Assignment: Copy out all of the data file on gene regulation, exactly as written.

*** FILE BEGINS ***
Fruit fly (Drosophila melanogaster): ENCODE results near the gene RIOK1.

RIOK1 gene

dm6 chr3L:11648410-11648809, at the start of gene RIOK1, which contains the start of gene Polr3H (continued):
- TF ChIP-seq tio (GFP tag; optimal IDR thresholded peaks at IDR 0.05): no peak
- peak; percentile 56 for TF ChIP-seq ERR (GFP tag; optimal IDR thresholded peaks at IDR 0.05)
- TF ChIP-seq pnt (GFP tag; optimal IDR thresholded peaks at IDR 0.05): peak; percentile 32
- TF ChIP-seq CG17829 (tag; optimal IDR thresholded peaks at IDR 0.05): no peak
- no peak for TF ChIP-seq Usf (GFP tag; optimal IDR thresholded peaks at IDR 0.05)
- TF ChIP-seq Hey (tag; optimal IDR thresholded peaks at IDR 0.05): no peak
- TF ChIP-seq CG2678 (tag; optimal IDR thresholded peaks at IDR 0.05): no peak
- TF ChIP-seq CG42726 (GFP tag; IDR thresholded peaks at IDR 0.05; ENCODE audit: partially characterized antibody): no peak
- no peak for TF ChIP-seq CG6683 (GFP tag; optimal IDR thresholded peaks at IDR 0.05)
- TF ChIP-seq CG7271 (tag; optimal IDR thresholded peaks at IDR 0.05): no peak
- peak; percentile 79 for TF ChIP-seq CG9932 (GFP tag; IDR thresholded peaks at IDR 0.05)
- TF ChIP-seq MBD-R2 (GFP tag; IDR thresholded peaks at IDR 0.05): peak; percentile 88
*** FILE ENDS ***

Fruit fly (Drosophila melanogaster): ENCODE results near the gene RIOK1.

RIOK1 gene

dm6 chr3L:11648410-11648809, at the start of gene RIOK1, which contains the start of gene Polr3H (continued):
- TF ChIP-seq tio (GFP tag; optimal IDR thresholded peaks at IDR 0.05): no peak
- peak; percentile 56 for TF ChIP-seq ERR (GFP tag; optimal IDR thresholded peaks at IDR 0.05)
- TF ChIP-seq pnt (GFP tag; optimal IDR thresholded peaks at IDR 0.05): peak; percentile 32
- TF ChIP-seq CG17829 (tag; optimal IDR thresholded peaks at IDR 0.05): no peak
- no peak for TF ChIP-seq Usf (GFP tag; optimal IDR thresholded peaks at IDR 0.05)
- TF ChIP-seq Hey (tag; optimal IDR thresholded peaks at IDR 0.05): no peak
- TF ChIP-seq CG2678 (tag; optimal IDR thresholded peaks at IDR 0.05): no peak
- TF ChIP-seq CG42726 (GFP tag; IDR thresholded peaks at IDR 0.05; ENCODE audit: partially characterized antibody): no peak
- no peak for TF ChIP-seq CG6683 (GFP tag; optimal IDR thresholded peaks at IDR 0.05)
- TF ChIP-seq CG7271 (tag; optimal IDR thresholded peaks at IDR 0.05): no peak
- peak; percentile 79 for TF ChIP-seq CG9932 (GFP tag; IDR thresholded peaks at IDR 0.05)
- TF ChIP-seq MBD-R2 (GFP tag; IDR thresholded peaks at IDR 0.05): peak; percentile 88